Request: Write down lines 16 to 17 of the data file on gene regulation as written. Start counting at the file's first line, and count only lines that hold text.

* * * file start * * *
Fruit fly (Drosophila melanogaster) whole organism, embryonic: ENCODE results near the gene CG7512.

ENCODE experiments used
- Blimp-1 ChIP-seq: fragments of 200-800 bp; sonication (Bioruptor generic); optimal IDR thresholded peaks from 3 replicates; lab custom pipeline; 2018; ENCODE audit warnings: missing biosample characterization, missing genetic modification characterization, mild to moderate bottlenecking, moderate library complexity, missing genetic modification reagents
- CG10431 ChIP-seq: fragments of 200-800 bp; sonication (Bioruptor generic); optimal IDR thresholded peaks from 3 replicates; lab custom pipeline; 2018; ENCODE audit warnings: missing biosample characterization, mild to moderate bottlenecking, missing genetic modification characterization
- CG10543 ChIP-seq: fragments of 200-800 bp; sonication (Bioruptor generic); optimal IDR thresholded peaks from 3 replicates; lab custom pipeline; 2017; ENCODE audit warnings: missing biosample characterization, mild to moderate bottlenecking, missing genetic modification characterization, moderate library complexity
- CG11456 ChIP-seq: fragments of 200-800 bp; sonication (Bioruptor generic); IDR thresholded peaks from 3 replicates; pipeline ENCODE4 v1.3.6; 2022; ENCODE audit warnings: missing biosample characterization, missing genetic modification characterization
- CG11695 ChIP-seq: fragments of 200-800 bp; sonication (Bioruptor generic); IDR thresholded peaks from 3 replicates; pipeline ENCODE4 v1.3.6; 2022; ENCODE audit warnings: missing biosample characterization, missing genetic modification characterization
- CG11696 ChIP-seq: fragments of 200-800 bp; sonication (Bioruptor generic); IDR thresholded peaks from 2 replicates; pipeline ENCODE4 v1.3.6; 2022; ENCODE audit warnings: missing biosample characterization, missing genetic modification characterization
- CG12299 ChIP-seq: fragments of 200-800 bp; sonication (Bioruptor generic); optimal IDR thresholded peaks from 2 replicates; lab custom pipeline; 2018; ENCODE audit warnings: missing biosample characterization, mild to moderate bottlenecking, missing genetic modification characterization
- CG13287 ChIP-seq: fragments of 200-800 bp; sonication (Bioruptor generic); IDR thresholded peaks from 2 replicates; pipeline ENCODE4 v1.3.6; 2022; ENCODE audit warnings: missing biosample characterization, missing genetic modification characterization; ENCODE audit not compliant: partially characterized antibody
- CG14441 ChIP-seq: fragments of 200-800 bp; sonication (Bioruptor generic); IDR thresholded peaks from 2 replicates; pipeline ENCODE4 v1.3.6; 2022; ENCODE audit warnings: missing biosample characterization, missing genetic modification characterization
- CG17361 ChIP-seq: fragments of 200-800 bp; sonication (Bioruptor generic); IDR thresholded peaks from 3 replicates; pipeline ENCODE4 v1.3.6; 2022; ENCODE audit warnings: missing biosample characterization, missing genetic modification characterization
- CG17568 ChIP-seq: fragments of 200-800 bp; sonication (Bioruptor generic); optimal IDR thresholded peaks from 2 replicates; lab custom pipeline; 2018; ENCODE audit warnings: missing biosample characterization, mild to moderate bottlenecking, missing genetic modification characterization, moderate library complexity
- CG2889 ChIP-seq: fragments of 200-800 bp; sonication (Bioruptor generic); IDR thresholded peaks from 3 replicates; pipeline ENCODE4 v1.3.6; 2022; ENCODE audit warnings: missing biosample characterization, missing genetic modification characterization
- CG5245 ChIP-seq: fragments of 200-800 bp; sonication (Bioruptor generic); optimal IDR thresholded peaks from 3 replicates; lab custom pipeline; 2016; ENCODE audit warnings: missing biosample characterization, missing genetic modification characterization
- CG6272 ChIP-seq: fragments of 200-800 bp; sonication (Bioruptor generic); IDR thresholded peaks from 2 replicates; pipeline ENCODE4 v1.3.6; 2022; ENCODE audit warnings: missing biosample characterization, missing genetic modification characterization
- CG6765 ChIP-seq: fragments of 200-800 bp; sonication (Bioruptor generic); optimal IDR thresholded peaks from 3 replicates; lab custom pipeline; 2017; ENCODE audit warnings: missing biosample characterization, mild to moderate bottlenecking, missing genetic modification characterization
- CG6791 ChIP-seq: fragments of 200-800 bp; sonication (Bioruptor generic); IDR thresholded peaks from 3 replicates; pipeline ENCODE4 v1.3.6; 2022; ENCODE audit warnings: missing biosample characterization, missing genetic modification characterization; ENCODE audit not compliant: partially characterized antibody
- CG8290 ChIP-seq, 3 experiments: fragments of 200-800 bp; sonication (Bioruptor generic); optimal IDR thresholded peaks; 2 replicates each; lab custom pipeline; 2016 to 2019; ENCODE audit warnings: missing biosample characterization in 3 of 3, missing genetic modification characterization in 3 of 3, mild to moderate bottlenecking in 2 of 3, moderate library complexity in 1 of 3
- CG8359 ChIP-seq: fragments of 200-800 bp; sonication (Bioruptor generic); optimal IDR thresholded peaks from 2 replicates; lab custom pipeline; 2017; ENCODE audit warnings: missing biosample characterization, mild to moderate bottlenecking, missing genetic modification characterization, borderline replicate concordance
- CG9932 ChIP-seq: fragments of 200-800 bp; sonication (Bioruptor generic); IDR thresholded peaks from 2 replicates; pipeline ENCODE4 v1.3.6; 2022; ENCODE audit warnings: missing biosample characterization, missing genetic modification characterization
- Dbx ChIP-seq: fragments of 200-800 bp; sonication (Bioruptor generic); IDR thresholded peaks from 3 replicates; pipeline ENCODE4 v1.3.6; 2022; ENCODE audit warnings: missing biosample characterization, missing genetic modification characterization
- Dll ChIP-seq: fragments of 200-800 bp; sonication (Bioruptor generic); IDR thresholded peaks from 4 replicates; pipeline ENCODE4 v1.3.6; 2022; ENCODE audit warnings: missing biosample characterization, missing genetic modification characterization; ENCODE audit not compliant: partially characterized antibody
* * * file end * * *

- CG6272 ChIP-seq: fragments of 200-800 bp; sonication (Bioruptor generic); IDR thresholded peaks from 2 replicates; pipeline ENCODE4 v1.3.6; 2022; ENCODE audit warnings: missing biosample characterization, missing genetic modification characterization
- CG6765 ChIP-seq: fragments of 200-800 bp; sonication (Bioruptor generic); optimal IDR thresholded peaks from 3 replicates; lab custom pipeline; 2017; ENCODE audit warnings: missing biosample characterization, mild to moderate bottlenecking, missing genetic modification characterization